This is the first in a series of (hopefully) amusing posts into Robert Martin’s SOLID principles. It’s written as a dialog between Socrates and a student named Loej in the spirit of the dialectic method popularized by Plato. I hope you find this enjoyable.
The other posts in this series can be found below.
Socrates, who is the narrator of the dialogue.
Loej, who is but novice at the master’s feet.
Socrates: Welcome Loej. Today let us discuss the fundamental concern of software engineering. What is the chief concern of software engineering?
Loej: I know this one. It’s complexity.
Socrates: Indeed! And what is the chief cause of complexity in software development?
Loej: All those squiggles and curly things?
Socrates: Let me ask this another way. What is the one thing that customers always do?
Loej: Oh. They change their minds.
Socrates: Right! And when they change their minds, what do you do?
Loej: Try to talk them out of it.
Loej: Right. Never works.
Socrates: So customers always change their minds. And what happens when they change their minds?
Loej: Usually we have to go back and make a lot of changes in the code.
Socrates: And what happens when you must change your code?
Loej: It depends on the size of the change, but usually it requires a lot of work just to try and not break anything. We have to tack a lot of stuff on. We have to break other stuff open. One changes usually ripples through a lot of the code. It gets pretty messy.
Socrates: What do you mean by pretty messy?
Loej: More complex.
Socrates: And when you say tack stuff on and things ripple?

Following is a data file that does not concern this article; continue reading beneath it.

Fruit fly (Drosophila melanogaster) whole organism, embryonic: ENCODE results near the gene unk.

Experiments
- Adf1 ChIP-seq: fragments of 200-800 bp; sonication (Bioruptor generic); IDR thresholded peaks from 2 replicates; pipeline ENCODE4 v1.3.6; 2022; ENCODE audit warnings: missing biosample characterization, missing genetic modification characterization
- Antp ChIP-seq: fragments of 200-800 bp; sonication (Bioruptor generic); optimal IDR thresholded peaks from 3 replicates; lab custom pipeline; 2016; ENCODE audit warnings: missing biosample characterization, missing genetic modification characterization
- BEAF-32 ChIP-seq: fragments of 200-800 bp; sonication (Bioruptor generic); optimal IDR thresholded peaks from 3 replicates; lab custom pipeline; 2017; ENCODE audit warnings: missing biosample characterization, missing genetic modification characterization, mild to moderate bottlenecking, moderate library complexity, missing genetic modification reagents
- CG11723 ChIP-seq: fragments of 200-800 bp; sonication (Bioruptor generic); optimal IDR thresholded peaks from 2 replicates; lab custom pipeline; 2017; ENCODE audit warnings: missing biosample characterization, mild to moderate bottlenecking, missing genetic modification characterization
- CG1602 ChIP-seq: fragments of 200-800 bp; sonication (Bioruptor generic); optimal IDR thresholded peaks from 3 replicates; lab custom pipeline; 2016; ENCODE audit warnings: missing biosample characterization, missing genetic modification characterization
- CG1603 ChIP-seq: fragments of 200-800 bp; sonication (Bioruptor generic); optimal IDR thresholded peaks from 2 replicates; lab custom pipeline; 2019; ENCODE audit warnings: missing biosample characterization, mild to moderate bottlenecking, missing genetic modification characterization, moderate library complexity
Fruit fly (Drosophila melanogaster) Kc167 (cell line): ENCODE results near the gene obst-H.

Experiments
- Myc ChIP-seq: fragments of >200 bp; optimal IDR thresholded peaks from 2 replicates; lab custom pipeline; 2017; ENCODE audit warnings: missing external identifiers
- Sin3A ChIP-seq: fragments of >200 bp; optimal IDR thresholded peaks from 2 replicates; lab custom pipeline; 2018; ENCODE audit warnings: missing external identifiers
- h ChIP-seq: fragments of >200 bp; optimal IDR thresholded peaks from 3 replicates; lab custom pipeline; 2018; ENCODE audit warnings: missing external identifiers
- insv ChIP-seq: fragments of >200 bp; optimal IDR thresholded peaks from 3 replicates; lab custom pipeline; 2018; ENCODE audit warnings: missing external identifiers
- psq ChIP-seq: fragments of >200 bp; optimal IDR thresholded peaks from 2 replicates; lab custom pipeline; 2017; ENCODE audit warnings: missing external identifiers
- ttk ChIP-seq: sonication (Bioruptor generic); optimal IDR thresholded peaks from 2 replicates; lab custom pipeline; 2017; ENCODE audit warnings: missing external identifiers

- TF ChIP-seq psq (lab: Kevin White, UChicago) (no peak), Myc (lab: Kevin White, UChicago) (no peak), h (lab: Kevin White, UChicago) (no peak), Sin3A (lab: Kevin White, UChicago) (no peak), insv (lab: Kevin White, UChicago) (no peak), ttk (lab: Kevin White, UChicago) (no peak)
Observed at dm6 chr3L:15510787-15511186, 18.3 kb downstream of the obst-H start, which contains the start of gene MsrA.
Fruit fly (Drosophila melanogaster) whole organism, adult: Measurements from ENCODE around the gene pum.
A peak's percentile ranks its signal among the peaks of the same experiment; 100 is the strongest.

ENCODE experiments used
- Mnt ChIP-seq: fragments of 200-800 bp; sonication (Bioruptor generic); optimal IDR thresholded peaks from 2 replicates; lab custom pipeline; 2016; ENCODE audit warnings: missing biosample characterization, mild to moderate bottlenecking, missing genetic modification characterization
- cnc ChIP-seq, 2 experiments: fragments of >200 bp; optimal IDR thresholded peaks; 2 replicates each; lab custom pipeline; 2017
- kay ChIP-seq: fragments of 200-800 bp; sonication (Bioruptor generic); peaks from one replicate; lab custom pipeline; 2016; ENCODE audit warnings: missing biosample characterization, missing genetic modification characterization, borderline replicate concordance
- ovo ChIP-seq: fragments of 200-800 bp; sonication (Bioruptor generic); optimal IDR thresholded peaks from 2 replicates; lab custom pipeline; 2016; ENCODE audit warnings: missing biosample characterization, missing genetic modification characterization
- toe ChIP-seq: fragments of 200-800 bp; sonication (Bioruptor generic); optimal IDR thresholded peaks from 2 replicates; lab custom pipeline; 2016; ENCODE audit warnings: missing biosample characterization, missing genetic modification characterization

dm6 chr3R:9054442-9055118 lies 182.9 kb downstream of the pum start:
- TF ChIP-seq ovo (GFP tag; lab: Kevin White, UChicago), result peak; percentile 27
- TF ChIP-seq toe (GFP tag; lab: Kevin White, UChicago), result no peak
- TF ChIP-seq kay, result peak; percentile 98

Loej: Well, sometimes we have something that depends on something else, and that something depends on something else, and so on. One change might need two more which might cause four more, and so on.
Socrates: So change can lead to a geometric increase in complexity. We agree software engineering’s chief task is managing complexity. And we agree that a major contributor to complexity is change. So then our task must be to manage change in order to manage complexity.
Loej: But is change really the fault of developers? Isn’t this about poorly written specifications, lack of detailed requirements, customer’s needs shifting during the project, etc?
Socrates: Yes all of these things contribute to change, but they in turn are a results of a more fundamental aspect of software engineering. As Steve McConnell puts it software design is a wicked problem.
Loej: What’s a wicked problem?
Socrates: A wicked problem is one that is not fully understood until a solution has been formulated.
Loej: Then it’s impossible to solve!
Socrates: No. It is partially understood leading to partial solutions. Through the process of solving the problem, we gain better understanding of the problem.
Loej: Which then gives us the right solution!
Socrates: Sadly, no. There are no right solutions to wicked problems, only better solutions.
Loej: That’s lame.
Socrates: Indeed. So how do we get really good solutions if we must solve a problem to better understand it?
Loej: I guess we have to solve it many times, possibly over and over until we are done.
Socrates: In other words we must iterate. And what happens in each iteration?
Loej: We have to change the solution.
Socrates: Now we are getting somewhere. So change isn’t ancillary to software engineering is it?
Loej: No, it is a fundamental part of the process.
Loej: Well what can we do? How do we deal with change when it can be so disruptive?**
Socrates: Ah! Now you are asking the right questions. Ponder what we have discussed and we shall talk again soon about some insight into this question called SOLID.